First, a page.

What a difference a couple of weeks makes!
Only three weeks ago people were still writing us off – a poor start to the year and the negative Nancys came out of the woodwork. It’s not our great football team I am talking about, however the comparisons are obvious.
Three weeks ago, the Geelong Cats were 0-3. And in the property industry we have experienced three very slow months, with 10 consecutive interest rate rises and very low consumer confidence.
Perhaps Philip Lowe spent some time with our man Scotty, but the decision to hold the rates last month has provided some much-needed confidence to buyers across the entire country.
Just like playing yourself into form with West Coast and Hawthorn (witches’ hats), there is nothing better to get up your match fitness! Several auctions this weekend saw prices exceeding the quoted range, confidence is coming back and our auctioneers are playing themselves into form!
However, there are markets within markets and as we come out of this correction phase and move into a normalised marketplace, we expect to see much more divergence. For example, 109 Albert Street, Geelong West – a very nice, renovated home within walking distance to Pakington Street – was purchased only a year ago for $1.72 million, and resold early this month for $1.7 million. That’s only a difference of $20,000 with 10 rates rises meaning the cost of borrowing is double what it was back then. A reasonable result, but also an indicator that the market is adjusting to the new norm of lending and in some segments prices have held.
As we get back to normal, we expect to see a flight to quality, and right now there is very low stock levels of quality homes in good locations, for sale in the established areas, so when this stock does come on, expect the competition to be match fit.
An example of flight to quality is the results that were achieved within the Stella Maris development in Drumcondra. This development, undertaken by the Monno group, provided high quality townhouses and apartments for off-the-plan purchases. The results have been amazing with some exceeding $3 million.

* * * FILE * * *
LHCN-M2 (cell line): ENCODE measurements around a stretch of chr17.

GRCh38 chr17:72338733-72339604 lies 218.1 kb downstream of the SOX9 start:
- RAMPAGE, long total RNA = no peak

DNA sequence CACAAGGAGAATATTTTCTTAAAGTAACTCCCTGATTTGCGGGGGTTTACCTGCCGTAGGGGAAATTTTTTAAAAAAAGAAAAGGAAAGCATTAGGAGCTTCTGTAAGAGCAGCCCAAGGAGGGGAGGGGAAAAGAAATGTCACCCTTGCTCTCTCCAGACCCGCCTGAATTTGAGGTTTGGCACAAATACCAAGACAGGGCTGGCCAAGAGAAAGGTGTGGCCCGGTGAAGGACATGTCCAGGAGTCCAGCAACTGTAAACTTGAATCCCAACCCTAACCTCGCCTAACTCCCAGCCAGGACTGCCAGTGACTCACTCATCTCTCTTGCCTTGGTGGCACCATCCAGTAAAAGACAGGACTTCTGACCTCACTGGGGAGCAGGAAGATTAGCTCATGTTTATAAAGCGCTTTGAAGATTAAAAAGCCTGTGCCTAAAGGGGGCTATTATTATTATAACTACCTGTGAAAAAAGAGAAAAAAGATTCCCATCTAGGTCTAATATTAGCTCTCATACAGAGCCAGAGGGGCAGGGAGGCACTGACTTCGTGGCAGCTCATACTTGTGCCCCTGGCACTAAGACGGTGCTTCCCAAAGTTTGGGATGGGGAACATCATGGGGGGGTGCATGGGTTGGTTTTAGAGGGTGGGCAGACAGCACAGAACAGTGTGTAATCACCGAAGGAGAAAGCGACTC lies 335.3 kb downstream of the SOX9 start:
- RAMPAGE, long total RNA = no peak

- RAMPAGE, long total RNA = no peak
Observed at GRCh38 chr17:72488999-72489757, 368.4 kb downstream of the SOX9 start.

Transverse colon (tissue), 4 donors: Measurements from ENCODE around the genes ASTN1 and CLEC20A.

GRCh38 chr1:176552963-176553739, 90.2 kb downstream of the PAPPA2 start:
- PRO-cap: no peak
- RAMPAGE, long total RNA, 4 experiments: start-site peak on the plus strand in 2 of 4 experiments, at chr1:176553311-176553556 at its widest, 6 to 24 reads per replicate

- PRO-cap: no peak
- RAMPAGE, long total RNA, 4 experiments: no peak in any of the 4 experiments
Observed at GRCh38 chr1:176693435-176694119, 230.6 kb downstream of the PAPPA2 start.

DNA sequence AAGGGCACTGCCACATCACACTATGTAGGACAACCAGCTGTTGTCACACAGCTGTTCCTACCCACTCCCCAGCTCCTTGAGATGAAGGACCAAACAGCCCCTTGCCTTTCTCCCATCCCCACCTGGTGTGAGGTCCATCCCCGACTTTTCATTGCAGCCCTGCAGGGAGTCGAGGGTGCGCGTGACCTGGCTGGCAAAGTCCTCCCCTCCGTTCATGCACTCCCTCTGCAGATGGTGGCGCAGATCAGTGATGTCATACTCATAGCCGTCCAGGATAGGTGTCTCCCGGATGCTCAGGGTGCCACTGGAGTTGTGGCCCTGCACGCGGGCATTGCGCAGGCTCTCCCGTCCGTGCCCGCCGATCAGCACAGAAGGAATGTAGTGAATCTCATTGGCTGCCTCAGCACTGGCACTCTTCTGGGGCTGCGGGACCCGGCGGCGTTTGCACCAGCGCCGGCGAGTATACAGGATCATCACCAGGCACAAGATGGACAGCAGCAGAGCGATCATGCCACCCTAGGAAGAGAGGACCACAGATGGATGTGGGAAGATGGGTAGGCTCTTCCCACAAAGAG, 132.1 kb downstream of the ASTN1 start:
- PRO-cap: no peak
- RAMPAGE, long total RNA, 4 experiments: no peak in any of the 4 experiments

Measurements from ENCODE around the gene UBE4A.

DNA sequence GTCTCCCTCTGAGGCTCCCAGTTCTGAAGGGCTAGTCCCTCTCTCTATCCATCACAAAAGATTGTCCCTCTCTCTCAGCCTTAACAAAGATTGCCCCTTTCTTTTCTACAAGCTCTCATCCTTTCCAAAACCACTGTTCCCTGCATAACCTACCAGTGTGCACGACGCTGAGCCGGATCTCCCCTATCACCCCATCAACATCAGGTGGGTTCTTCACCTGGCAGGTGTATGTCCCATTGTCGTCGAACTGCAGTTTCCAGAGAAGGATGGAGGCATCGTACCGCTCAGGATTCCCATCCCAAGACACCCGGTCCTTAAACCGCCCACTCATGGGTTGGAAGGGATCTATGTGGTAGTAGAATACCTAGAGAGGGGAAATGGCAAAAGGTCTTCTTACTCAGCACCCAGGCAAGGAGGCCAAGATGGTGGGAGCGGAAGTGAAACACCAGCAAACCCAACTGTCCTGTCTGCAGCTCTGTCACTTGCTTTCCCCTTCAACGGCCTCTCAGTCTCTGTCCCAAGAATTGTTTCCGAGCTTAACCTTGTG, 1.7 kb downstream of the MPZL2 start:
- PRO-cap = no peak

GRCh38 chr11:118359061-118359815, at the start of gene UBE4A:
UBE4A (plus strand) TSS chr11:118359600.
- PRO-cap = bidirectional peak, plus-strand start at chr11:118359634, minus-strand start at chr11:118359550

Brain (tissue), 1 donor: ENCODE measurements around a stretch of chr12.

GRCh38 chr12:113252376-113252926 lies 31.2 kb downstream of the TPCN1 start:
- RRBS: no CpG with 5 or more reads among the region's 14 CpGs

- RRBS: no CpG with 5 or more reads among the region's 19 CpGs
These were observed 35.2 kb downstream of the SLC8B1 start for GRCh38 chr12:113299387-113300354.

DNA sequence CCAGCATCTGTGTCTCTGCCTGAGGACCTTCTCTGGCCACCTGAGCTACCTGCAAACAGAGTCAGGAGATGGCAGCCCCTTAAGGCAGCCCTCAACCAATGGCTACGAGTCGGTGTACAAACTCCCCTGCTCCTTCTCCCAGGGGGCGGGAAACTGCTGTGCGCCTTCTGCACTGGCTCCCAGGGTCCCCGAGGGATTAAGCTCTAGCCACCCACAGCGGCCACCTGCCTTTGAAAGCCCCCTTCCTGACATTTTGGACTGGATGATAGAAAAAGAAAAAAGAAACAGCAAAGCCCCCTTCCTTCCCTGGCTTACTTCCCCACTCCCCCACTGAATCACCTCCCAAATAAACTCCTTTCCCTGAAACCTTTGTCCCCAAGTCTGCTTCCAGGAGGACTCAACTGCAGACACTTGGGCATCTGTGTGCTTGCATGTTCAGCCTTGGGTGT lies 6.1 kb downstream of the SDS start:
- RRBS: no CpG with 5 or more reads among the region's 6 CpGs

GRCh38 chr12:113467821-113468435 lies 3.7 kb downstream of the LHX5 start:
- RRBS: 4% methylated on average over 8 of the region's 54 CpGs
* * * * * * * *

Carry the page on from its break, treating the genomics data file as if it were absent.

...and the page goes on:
The Geelong unit market is still in its infancy. Across the board units and apartments only experienced increases of around 9 per cent during the COVID price jump, whereas housing averaged around 24 per cent.
The unit market in Geelong in my opinion has all the hallmarks of a market about to experience growth. The certainty of development provided by the Central Geelong Framework Plan, continuing housing affordability constraints, reduced borrowing capacity, the Commonwealth Games, and a range of new stock coming to the market in the next 18 months should allow this market to mature and competition is likely to increase.
The housing estates and new homes market is another sector that will continue to diverge from the established market. The downfall of domestic volume builders is worrying.
But here is the crux of the problem: in Victoria to be eligible for a building grant the home must be less than $750,000. The average block prices are circa $420,000 in the Geelong estates, so that’s leaving only $330,000 to build a home to a turnkey level of finish.
Once you take out the cost of labor and materials, which on average are about $1,500 per sqm, there is very little left for the builders’ margin. So it is no surprise that costs escalations have put some volume builders to the wall.
There is a fundamental problem with the economic model for volume building, especially when we impose fixed price contracts. A review is desperately need, but I would start by looking at the 47 per cent tax paid on every block that is driving up the land prices.
The confidence to build has never been so low, and sale volumes of land in the new estates has also begun to slow. This market is very much a watch and see exercise for a few months yet.
This article written by Gareth Kent appeared in the Geelong Times on 28th April 2023.